What Are the Stages of Friendship?
Regardless of whether we think they are good or bad, people have to make friends at some point in their lives. The good news is that friendships are a key part of a person’s well-being and are often associated with positive effects on emotional, social, and physical health.
A friend is someone who can be there for us when we need them most, someone to laugh with, or just listen to our story. A good friend will stand by us through thick and thin, and answer our questions with empathy, perspective, and honesty.
The stages of friendship
All friends start out as acquaintances, which are defined by occasional interactions that lead to a general knowledge of each other. These include knowing a person’s name, major, or where they work. They might also know a little about their hobbies or activities, but this isn’t enough to know much about each other in depth.
Acquaintances usually stay this way until something – a random meeting, a planned one, or even a mutual friend introducing you – brings them to the next level. Once they move on to the next stage, the relationship can become more intense or it may fall apart.
The second stage of friendship is the peer friend. This is when you are able to interact with someone at a higher level of business and in a different department from yourself. They can share information and experiences with you that will help you grow professionally.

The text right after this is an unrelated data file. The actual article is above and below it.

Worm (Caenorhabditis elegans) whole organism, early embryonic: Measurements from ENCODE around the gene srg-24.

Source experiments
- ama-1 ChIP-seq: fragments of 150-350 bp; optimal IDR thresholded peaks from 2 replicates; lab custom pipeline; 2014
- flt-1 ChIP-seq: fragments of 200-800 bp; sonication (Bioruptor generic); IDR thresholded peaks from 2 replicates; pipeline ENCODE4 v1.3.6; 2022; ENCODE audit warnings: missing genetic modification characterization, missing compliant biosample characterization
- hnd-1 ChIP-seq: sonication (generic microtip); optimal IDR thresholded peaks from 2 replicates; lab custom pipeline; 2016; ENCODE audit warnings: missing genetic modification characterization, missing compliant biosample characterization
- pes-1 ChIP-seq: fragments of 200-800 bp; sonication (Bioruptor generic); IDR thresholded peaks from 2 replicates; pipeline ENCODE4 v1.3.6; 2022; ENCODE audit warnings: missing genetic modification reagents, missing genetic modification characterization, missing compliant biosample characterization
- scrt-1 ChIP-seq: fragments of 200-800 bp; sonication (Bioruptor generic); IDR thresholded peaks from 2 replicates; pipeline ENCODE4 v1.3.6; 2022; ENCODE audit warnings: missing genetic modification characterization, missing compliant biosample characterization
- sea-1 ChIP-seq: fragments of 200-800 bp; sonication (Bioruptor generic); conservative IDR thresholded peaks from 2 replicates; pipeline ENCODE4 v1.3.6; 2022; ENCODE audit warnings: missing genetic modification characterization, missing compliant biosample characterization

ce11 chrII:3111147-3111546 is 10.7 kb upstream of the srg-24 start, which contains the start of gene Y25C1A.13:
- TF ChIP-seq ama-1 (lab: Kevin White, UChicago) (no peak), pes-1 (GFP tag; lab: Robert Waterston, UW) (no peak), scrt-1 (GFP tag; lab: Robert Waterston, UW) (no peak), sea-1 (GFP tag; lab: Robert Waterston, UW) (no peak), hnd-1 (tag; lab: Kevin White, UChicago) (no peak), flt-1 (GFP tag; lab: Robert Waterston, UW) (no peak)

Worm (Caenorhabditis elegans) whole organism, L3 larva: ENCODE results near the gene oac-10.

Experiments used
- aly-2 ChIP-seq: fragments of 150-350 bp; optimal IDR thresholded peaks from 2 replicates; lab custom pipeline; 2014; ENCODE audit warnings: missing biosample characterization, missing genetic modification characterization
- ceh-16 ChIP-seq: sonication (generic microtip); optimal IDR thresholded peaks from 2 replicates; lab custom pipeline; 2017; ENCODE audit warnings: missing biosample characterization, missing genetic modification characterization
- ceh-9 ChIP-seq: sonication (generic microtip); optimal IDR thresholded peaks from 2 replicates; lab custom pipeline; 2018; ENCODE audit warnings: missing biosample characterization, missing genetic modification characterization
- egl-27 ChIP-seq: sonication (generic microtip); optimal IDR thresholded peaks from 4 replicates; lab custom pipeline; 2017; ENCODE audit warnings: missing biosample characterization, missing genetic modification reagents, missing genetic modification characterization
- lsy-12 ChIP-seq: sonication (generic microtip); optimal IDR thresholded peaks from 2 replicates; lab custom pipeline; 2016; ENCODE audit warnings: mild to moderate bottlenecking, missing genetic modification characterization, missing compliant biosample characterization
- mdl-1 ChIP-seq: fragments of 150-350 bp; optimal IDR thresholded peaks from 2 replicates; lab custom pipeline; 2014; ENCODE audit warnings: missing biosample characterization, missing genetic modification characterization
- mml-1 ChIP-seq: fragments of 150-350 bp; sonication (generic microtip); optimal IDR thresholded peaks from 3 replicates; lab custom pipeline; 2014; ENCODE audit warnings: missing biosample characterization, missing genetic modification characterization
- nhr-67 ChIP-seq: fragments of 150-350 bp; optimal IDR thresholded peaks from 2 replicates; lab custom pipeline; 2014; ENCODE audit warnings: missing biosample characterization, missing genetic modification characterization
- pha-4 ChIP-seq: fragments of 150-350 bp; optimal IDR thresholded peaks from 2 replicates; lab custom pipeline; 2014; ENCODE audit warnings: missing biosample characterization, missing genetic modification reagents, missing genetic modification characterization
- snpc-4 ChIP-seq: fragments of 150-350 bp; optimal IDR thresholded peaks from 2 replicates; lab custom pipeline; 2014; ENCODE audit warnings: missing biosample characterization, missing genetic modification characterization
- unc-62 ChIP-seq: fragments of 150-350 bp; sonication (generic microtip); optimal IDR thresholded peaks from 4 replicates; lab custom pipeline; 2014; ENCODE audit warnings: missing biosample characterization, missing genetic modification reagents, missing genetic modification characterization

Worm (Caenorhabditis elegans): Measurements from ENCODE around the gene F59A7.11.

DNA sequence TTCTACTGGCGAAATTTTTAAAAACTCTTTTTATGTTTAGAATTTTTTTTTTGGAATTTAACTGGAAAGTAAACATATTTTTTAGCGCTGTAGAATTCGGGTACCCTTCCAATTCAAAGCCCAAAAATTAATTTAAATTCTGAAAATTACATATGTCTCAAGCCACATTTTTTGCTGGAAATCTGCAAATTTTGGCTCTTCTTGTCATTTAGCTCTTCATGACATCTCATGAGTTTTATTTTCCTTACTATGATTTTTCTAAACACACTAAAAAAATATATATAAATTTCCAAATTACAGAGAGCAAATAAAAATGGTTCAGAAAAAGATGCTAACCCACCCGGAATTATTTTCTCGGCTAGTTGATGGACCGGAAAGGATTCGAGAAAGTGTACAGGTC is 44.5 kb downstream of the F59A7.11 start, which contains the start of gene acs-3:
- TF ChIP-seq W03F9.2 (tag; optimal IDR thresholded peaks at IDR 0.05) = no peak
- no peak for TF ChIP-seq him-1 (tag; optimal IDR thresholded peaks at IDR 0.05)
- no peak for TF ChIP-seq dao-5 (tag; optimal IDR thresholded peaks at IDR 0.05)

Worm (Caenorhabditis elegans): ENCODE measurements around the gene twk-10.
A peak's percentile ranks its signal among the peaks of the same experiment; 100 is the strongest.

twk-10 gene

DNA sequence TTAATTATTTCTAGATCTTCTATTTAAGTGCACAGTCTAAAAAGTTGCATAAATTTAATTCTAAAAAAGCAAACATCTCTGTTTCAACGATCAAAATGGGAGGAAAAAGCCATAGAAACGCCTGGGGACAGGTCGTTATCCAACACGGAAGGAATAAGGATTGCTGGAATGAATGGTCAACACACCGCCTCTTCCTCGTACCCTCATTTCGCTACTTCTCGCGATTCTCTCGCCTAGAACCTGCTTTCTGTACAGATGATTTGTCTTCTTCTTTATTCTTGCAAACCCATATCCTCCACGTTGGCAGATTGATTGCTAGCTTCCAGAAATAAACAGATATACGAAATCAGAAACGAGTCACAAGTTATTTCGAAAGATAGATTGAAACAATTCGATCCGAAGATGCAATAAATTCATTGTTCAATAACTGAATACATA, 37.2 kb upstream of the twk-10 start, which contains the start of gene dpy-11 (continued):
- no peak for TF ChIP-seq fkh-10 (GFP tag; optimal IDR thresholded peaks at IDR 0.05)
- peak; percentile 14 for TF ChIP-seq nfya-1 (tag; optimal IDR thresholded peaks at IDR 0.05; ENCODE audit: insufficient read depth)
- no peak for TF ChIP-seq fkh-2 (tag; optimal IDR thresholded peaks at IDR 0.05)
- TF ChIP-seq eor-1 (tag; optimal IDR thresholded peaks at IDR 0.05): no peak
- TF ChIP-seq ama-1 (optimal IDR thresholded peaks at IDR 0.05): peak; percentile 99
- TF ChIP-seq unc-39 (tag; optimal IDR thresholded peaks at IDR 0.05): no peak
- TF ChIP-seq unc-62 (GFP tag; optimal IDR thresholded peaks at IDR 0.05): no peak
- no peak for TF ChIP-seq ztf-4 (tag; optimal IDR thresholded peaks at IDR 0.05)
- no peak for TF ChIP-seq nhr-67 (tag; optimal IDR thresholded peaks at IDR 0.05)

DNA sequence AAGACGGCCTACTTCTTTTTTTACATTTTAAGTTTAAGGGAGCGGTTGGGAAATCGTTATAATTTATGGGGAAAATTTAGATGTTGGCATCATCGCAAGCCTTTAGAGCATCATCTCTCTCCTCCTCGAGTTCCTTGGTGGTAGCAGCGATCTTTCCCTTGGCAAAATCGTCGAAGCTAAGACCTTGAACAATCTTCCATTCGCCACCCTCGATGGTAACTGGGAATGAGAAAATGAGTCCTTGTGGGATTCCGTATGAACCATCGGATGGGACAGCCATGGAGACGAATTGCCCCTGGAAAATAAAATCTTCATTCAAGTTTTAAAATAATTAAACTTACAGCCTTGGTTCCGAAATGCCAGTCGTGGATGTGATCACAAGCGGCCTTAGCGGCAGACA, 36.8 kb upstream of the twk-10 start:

This is when you have a deeper level of communication with this person, and they can show you how to be more successful in your career or at school. They might also be a mentor to you.
Mentors can be a great source of support and wisdom when you are going through a hard time. They can also give you advice on how to overcome your problems and come out the other side stronger.
The close friend is someone you can trust completely and be totally honest with. They are the ones you let enter past the drawbridge that is between your inner city and your outer circle – you have trusted them to keep you safe and won’t burn down your city or harm your citizens figuratively speaking.
They can be a source of strength when you are struggling and will always be there to lend their perspective and encouragement.
A close friend is someone who can be your shoulder to cry on and who will never judge you or try to make you feel inferior.
Developing an intimate relationship with a close friend can take time and work. But once you’re on the same wavelength, you can communicate with your friend about how you are feeling and build an intimate bond that will last a lifetime.
Ultimately, the level of intimacy you have with a close friend will determine the extent of your friendship. A close friendship can develop into an intimate friendship by being vulnerable, communicating openly, and showing a willingness to be there for each other.